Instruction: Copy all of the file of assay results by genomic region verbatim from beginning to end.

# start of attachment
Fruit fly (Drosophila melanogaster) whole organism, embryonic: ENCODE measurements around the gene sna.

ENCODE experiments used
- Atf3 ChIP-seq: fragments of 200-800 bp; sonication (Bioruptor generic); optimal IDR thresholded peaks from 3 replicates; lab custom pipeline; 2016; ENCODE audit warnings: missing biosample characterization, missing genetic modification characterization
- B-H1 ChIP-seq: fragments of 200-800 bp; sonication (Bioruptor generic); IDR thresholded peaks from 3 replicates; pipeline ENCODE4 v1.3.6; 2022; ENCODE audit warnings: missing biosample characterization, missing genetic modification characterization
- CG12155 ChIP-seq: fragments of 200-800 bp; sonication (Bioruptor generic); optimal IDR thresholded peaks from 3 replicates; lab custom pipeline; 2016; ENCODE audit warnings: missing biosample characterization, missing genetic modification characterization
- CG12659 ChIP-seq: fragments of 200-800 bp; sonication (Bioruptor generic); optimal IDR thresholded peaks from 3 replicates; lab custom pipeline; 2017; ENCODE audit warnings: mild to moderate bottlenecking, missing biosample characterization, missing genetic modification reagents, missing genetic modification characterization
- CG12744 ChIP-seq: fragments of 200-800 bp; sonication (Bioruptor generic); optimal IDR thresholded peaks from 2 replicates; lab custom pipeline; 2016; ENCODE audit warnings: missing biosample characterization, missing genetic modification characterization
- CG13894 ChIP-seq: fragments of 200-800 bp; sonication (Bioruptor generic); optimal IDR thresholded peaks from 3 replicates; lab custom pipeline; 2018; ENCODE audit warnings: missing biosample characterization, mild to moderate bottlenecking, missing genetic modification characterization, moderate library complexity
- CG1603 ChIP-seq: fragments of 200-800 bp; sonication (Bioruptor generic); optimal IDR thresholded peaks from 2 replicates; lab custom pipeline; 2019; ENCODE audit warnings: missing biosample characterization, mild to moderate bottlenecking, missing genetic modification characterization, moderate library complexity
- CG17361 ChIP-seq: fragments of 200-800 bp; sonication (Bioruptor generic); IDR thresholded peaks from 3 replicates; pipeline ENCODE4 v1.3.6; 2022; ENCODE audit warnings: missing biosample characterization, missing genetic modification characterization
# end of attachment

Fruit fly (Drosophila melanogaster) whole organism, embryonic: ENCODE measurements around the gene sna.

ENCODE experiments used
- Atf3 ChIP-seq: fragments of 200-800 bp; sonication (Bioruptor generic); optimal IDR thresholded peaks from 3 replicates; lab custom pipeline; 2016; ENCODE audit warnings: missing biosample characterization, missing genetic modification characterization
- B-H1 ChIP-seq: fragments of 200-800 bp; sonication (Bioruptor generic); IDR thresholded peaks from 3 replicates; pipeline ENCODE4 v1.3.6; 2022; ENCODE audit warnings: missing biosample characterization, missing genetic modification characterization
- CG12155 ChIP-seq: fragments of 200-800 bp; sonication (Bioruptor generic); optimal IDR thresholded peaks from 3 replicates; lab custom pipeline; 2016; ENCODE audit warnings: missing biosample characterization, missing genetic modification characterization
- CG12659 ChIP-seq: fragments of 200-800 bp; sonication (Bioruptor generic); optimal IDR thresholded peaks from 3 replicates; lab custom pipeline; 2017; ENCODE audit warnings: mild to moderate bottlenecking, missing biosample characterization, missing genetic modification reagents, missing genetic modification characterization
- CG12744 ChIP-seq: fragments of 200-800 bp; sonication (Bioruptor generic); optimal IDR thresholded peaks from 2 replicates; lab custom pipeline; 2016; ENCODE audit warnings: missing biosample characterization, missing genetic modification characterization
- CG13894 ChIP-seq: fragments of 200-800 bp; sonication (Bioruptor generic); optimal IDR thresholded peaks from 3 replicates; lab custom pipeline; 2018; ENCODE audit warnings: missing biosample characterization, mild to moderate bottlenecking, missing genetic modification characterization, moderate library complexity
- CG1603 ChIP-seq: fragments of 200-800 bp; sonication (Bioruptor generic); optimal IDR thresholded peaks from 2 replicates; lab custom pipeline; 2019; ENCODE audit warnings: missing biosample characterization, mild to moderate bottlenecking, missing genetic modification characterization, moderate library complexity
- CG17361 ChIP-seq: fragments of 200-800 bp; sonication (Bioruptor generic); IDR thresholded peaks from 3 replicates; pipeline ENCODE4 v1.3.6; 2022; ENCODE audit warnings: missing biosample characterization, missing genetic modification characterization